Dorothy Hepworth and Patricia Preece represent an important – if morally ambiguous – LGBTQ+ story in art history. It's difficult to consider the couple without also thinking about Stanley Spencer, the legal husband of Preece and an artist who has been more thoroughly researched than his artist wives, lovers and children.
Trying to trace the outlines of their lives around Spencer might imply he held the dominant position in the relationships. However, while Spencer certainly overshadowed his first wife Hilda Carline's artistic output (she rarely painted whilst married to him), his relationship with Patricia Preece was different. Preece, with her partner Hepworth, pushed back and took. Whether their actions were 'right or wrong', their story is of two women looking out for one another and deceiving the art world, together, for their entire lives.
Of Dorothy Hepworth and Patricia Preece, more is known about Preece. Even as a young teenager, her life contained dramatic events involving men, with a hint of sex and scandal. In 1911, Preece went for a swimming lesson with W. S. Gilbert (of Gilbert and Sullivan). While swimming in the lake at Grim's Dyke, an estate owned by the dramatist, Preece lost her footing and called for help. The elderly man swam in to help her and died of heart failure caused by exertion. Preece was described in the inquiry as a 'fair-haired seventeen-year-old schoolgirl'. Ruby Vivian Preece, as she was known, then became Patricia.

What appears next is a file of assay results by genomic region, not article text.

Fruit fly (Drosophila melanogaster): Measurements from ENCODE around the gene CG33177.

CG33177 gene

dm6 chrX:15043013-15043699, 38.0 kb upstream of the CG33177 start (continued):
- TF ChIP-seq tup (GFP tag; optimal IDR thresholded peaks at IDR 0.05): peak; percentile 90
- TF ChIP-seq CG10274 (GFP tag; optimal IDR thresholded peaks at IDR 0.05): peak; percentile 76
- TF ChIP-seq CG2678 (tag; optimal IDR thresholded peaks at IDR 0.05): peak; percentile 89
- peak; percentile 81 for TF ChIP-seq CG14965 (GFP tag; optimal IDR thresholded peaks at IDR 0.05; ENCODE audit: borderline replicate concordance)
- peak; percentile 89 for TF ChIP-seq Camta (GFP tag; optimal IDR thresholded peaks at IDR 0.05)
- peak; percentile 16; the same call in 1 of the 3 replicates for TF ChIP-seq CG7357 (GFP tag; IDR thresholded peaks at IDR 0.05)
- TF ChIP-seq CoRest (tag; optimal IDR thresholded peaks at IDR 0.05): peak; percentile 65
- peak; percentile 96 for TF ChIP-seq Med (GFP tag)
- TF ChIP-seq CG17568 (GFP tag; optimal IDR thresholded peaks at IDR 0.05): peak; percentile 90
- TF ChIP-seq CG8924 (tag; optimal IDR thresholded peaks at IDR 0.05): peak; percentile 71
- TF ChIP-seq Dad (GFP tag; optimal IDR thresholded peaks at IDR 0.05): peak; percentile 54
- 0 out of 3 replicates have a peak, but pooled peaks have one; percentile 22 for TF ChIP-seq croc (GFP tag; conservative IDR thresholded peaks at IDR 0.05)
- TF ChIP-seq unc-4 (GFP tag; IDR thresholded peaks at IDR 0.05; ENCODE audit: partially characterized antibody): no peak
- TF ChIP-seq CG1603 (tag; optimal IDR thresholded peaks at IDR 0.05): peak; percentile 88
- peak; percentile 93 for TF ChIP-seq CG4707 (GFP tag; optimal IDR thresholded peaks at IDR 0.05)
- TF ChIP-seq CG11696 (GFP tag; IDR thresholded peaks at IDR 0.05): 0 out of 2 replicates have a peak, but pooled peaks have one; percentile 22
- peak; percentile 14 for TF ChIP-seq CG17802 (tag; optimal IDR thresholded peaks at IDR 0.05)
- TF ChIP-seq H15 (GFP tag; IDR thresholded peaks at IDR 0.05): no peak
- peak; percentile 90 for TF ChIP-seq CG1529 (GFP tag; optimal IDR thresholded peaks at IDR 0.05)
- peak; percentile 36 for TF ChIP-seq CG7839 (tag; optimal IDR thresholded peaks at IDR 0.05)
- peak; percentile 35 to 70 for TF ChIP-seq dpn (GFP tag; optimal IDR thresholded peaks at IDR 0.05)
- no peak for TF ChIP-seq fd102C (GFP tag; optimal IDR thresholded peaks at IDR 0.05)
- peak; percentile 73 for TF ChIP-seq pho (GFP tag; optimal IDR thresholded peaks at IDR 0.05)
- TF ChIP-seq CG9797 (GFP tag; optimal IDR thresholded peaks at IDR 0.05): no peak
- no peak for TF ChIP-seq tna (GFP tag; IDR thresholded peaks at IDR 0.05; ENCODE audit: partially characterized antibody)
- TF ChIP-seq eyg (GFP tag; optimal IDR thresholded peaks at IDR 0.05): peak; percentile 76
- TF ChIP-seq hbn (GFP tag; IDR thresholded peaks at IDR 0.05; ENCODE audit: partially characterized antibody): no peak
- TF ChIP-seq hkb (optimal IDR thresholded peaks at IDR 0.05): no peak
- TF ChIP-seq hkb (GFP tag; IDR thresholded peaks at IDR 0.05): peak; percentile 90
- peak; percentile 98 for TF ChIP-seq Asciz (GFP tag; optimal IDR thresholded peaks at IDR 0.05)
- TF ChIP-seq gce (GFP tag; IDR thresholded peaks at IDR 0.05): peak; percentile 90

As a young adult, Preece met Dorothy Hepworth at the Slade School of Art – possibly Preece had enrolled on an evening course. The two became close, though they had quite different personalities: while Preece was outgoing and flirtatious, fashionable, and only got a pass at the art college, Hepworth was quiet and reserved, wore subdued clothing and took first-class honours. The women set up a studio/home together, with financial help from Hepworth's wealthy father. It was at this point that Preece began to receive praise for her art from other artists – Duncan Grant and Vanessa Bell – though, as we will come to later, she was hiding a strange secret.
For a short period, the two women went to study art in Paris – possibly Hepworth at least studied with the Cubist painter André Lhote. It was here that the two attended the salon of the influential American Natalie Barney, who promoted women's writing and lived openly as a lesbian. While Preece and Hepworth were dedicated to each other, it is said they were not so open about their sexual relationship, instead sometimes claiming to be sisters, with Preece referring to herself as 'née Hepworth'.
The two women later returned to Britain's west country, then in 1927 settled in the village of Cookham, where Hepworth's father purchased them a house. Yet within a few years, their benefactor lost his money in the stock market crash, and had died, leaving the pair without an income to pay the mortgage.
It was in Cookham that the pair met Stanley Spencer and his wife Hilda Carline: Preece while working as a waitress in a tea shop in Cookham. The women went to their artistic social events and helped with the children. The family moved into the house next door to Preece and Hepworth in 1932.